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Company

Pedago Announces Partnership with Top Business School INSEAD

Today we’re very excited to announce a new partnership with INSEAD, one of the leading business schools globally.

INSEAD, the pioneer institution to offer MBA programs in Europe over fifty years ago, is given superior rankings by Forbes, Financial Times, and Business Insider, and is ranked number one in Europe and Asia-Pacific by the QS Global 200 Business Schools Report (registration required to view), which ranks institutions according to the preferences of over 4,000 actively hiring MBA employers across the world. INSEAD faculty created Blue Ocean Strategy, a revolutionary and highly-celebrated approach to business modeling, and the founder of INSEAD, Georges Doriot, is dubbed the “father of venture capitalism.” In short, they’re kind of a big deal, and we’re honored to be working with them!

INSEAD holds cutting-edge research and innovation in teaching as foundational pillars of their institution, and in line with these core values, they’ve offered us the opportunity to work closely with them and their incoming students to explore the ever-expanding and changing world of online education and educational technology. At Pedago, we believe that technology can accelerate learning outcomes by enabling education wherever the learner may be. We strive to create a more fulfilling and effective online experience.

We’d like to take this opportunity to welcome INSEAD students of the class of 2015 to our program. We thank in advance all participants for being a part of this milestone in our development.


Questions, comments? You should follow us on Twitter here.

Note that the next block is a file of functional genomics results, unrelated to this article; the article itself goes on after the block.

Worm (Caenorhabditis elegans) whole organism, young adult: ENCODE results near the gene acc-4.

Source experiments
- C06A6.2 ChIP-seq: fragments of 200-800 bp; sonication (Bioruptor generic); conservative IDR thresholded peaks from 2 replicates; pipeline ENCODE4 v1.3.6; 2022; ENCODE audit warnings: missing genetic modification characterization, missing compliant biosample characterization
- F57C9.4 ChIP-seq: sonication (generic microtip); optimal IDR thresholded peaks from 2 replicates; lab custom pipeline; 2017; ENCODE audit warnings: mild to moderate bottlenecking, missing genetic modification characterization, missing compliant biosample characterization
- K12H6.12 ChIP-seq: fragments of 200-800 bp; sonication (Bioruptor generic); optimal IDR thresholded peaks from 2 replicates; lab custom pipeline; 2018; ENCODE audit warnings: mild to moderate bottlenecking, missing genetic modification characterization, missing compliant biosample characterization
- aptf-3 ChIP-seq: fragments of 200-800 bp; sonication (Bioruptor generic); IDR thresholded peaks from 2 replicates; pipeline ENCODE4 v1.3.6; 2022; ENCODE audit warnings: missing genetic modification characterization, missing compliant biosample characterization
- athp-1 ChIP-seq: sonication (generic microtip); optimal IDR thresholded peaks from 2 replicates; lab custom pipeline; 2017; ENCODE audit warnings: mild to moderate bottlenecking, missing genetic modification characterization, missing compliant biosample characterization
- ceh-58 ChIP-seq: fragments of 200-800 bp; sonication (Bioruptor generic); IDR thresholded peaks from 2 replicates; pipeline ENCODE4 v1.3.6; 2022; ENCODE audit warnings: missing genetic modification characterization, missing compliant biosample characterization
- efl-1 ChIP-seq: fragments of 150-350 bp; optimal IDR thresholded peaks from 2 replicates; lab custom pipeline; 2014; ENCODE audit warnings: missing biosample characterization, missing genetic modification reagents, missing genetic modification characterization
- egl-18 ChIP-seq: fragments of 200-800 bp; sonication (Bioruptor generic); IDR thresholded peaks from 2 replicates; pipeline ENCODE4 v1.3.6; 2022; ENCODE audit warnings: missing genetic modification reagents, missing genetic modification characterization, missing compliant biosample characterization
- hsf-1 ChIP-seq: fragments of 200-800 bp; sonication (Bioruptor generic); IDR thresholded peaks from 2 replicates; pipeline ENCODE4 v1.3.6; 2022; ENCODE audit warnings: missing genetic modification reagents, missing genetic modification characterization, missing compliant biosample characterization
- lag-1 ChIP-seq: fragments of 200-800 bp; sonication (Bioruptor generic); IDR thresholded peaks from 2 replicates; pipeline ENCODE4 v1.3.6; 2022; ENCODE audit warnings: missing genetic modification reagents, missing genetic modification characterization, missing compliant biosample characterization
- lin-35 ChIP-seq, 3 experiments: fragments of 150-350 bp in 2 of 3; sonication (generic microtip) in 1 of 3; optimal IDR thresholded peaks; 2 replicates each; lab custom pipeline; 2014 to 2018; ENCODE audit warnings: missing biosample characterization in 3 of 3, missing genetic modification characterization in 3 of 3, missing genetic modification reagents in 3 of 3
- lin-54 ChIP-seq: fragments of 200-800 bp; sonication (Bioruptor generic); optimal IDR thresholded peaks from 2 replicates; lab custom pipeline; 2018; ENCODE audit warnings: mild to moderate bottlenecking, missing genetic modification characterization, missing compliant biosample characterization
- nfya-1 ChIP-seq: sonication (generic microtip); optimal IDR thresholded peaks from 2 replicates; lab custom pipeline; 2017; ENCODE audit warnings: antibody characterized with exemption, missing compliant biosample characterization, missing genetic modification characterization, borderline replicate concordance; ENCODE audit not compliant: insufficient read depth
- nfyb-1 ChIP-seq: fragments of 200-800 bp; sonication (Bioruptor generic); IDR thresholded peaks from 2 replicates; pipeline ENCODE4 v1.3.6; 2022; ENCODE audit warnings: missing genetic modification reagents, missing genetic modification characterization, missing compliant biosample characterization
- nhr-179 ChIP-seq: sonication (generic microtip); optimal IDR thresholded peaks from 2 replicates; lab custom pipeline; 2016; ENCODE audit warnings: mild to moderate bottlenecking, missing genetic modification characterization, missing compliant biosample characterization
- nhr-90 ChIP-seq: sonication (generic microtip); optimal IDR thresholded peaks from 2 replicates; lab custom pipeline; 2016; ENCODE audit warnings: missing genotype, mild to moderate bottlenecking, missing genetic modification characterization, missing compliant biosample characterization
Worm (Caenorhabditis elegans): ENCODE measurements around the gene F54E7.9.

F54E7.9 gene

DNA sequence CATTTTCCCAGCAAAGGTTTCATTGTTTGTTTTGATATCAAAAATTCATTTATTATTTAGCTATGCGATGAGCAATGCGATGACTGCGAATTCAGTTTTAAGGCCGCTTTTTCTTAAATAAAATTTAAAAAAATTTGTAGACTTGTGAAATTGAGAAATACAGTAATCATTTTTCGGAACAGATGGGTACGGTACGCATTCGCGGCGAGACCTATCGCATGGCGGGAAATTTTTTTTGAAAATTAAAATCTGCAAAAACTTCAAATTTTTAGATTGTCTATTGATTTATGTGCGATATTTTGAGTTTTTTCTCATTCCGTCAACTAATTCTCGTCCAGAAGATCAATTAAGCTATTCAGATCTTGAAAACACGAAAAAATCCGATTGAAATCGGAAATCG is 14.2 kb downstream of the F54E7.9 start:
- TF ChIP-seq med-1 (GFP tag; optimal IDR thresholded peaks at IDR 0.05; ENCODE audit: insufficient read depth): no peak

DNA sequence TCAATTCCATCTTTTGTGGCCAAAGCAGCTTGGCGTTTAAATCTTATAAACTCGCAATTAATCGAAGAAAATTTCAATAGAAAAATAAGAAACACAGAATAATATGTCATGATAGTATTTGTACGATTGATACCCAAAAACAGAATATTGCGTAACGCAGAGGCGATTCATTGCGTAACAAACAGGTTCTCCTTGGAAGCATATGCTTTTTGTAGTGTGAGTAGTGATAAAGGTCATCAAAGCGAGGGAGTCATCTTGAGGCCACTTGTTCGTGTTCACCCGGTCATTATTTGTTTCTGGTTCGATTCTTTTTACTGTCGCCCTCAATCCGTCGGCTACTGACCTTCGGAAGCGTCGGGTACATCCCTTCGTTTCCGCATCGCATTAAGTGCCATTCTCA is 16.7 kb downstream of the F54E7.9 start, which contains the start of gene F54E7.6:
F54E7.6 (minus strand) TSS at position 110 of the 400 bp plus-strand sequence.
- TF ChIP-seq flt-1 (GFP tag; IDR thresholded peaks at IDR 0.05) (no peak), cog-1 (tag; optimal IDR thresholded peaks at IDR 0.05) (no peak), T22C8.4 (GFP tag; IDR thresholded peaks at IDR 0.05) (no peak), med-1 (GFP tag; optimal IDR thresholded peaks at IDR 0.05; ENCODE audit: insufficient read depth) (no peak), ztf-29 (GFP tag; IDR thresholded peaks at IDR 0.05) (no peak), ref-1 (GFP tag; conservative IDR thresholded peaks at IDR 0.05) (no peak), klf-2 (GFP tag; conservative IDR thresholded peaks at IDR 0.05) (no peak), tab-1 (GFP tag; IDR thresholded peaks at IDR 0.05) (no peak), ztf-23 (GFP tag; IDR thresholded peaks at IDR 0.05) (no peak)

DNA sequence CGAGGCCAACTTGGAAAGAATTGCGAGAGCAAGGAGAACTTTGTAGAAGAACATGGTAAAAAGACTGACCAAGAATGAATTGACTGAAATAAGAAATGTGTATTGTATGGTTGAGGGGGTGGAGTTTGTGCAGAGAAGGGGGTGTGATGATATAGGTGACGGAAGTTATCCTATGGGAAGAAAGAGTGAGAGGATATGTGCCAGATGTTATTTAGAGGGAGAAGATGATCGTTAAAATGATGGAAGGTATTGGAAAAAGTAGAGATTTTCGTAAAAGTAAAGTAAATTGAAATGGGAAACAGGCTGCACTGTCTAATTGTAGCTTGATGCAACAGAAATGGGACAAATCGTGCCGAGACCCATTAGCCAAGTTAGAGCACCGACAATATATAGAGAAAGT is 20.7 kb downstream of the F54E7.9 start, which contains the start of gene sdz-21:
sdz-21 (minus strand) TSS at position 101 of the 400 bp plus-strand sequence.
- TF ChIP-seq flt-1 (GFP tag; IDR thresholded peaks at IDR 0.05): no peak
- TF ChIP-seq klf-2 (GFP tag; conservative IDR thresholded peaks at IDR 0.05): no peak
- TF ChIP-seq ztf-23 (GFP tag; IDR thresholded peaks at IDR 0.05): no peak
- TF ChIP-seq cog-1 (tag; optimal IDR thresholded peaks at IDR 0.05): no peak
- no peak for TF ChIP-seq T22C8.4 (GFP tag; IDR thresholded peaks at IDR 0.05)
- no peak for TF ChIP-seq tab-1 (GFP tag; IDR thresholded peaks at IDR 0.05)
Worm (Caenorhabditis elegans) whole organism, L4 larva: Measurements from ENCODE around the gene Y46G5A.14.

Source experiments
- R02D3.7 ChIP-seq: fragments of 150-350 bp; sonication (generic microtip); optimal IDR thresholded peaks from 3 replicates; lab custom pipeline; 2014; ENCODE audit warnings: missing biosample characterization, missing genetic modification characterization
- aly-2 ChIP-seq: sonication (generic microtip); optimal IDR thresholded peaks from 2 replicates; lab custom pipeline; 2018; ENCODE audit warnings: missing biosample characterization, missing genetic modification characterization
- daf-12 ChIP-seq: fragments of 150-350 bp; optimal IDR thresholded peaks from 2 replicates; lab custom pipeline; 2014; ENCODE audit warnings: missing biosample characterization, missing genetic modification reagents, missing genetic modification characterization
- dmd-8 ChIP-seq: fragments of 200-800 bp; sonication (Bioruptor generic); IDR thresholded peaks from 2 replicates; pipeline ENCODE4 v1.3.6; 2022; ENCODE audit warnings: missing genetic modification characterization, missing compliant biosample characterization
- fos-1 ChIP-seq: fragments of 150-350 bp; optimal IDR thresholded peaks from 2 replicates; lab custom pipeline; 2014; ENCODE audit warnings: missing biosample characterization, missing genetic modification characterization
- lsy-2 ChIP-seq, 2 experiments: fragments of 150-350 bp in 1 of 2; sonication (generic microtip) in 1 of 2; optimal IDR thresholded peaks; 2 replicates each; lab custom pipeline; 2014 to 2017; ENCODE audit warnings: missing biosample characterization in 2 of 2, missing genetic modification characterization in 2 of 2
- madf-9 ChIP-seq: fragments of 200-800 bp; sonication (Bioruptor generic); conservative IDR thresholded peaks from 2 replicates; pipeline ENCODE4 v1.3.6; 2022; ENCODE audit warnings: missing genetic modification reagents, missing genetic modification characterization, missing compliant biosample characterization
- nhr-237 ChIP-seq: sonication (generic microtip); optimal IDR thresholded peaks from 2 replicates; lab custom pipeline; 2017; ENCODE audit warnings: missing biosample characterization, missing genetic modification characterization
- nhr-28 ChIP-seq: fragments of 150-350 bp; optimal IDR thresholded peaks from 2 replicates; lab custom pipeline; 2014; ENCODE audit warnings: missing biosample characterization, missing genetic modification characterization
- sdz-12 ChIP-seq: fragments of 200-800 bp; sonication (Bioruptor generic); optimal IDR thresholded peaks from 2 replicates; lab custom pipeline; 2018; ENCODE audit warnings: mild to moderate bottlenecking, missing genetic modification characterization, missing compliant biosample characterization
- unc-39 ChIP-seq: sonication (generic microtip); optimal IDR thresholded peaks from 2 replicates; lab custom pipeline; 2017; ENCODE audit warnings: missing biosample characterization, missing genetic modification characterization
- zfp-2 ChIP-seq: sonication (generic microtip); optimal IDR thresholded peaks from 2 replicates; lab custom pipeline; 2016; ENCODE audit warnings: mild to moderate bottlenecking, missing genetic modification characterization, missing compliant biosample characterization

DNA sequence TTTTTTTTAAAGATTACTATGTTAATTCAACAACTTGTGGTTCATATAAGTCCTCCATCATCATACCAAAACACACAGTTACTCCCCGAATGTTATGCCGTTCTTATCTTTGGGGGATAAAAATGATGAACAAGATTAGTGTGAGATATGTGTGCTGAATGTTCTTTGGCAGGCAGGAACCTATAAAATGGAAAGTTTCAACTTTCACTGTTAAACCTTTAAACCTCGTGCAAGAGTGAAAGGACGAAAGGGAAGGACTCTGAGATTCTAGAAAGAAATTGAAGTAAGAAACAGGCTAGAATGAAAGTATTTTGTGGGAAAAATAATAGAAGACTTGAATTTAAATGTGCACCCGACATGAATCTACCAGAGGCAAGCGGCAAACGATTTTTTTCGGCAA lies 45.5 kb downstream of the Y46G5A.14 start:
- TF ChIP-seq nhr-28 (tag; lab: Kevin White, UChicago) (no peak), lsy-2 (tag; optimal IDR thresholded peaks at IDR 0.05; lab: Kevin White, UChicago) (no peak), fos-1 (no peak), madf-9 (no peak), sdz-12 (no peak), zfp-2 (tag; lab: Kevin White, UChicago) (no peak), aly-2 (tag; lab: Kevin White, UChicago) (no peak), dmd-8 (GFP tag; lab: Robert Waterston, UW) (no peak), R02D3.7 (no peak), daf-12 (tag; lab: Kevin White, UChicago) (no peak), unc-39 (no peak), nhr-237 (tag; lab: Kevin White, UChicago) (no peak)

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Engineering

Build and Deploy with Grunt, Bamboo, and Elastic Beanstalk

In response to Twitter feedback on our recent post “Goodbye, Sprockets! A Grunt-based Rails Asset Pipeline,” we’d like to share an overview of our current build and deploy process.

It goes a little something like this:

Local development environment

We currently have a single git-managed project containing our Rails server at the top level and our Angular project in a subdirectory of vendor. Bower components are checked in to our repo to speed up builds and deploys. The contents of our gruntfile and the organization of our asset pipeline are described here.

We can start up our server via grunt server (which we have configured to shell out to rails server) or directly with rails server for Ruby debugging.

Even though both the client and server apps are checked into the same project and share an asset pipeline, we restrict our Angular code to only communicate to the backend Rails server over APIs. This enforces a clean separation between client and server.

Bamboo build project

When Angular and Rails code is checked in to master, our Bamboo build process runs. We always push through master to production, à la the GitHub flow process. The build process comprises two stages:

Stage 1: Create Artifacts:

  • Rails: bundle install and freeze gems.
  • Angular: npm install, grunt build. No bower install is needed because we check-in our bower_components. The grunt build step compiles, concatenates, and minifies code and assets. It also takes the unusual step of cache-busting the asset filenames and rewriting any references in view files to point to the new filenames.
  • The resulting artifact is saved in Bamboo and passed to Stage 2.

Stage 2: Run Tests:

  • Rails: run rspec model and controller tests, and then cucumber integration tests. It was a bit tricky to get headless cucumber tests running on Bamboo’s default Amazon AMI; see details in our previous blog post.
  • Angular: grunt test.

If the artifact creation succeeds, and the tests run on that artifact all pass, Bamboo triggers its associated deploy project. Otherwise, our team receives notifications in Hipchat of the failure.

Bamboo deploy project

After every successful build, Bamboo is configured to automatically deploy the latest build to our staging environment.

The Bamboo deployment project runs the following tasks to kick off an Elastic Beanstalk deployment:

  1. Write out an aws_credentials file to the build machine. We don’t store any credentials on our custom AMIs. Instead, we keep them in Bamboo as configuration variables and write them out to the build machine at deploy time.

  2. Run Amazon’s AWSDevTools-RepositorySetup.sh script to add aws.push to the set of available git tasks on the build machine.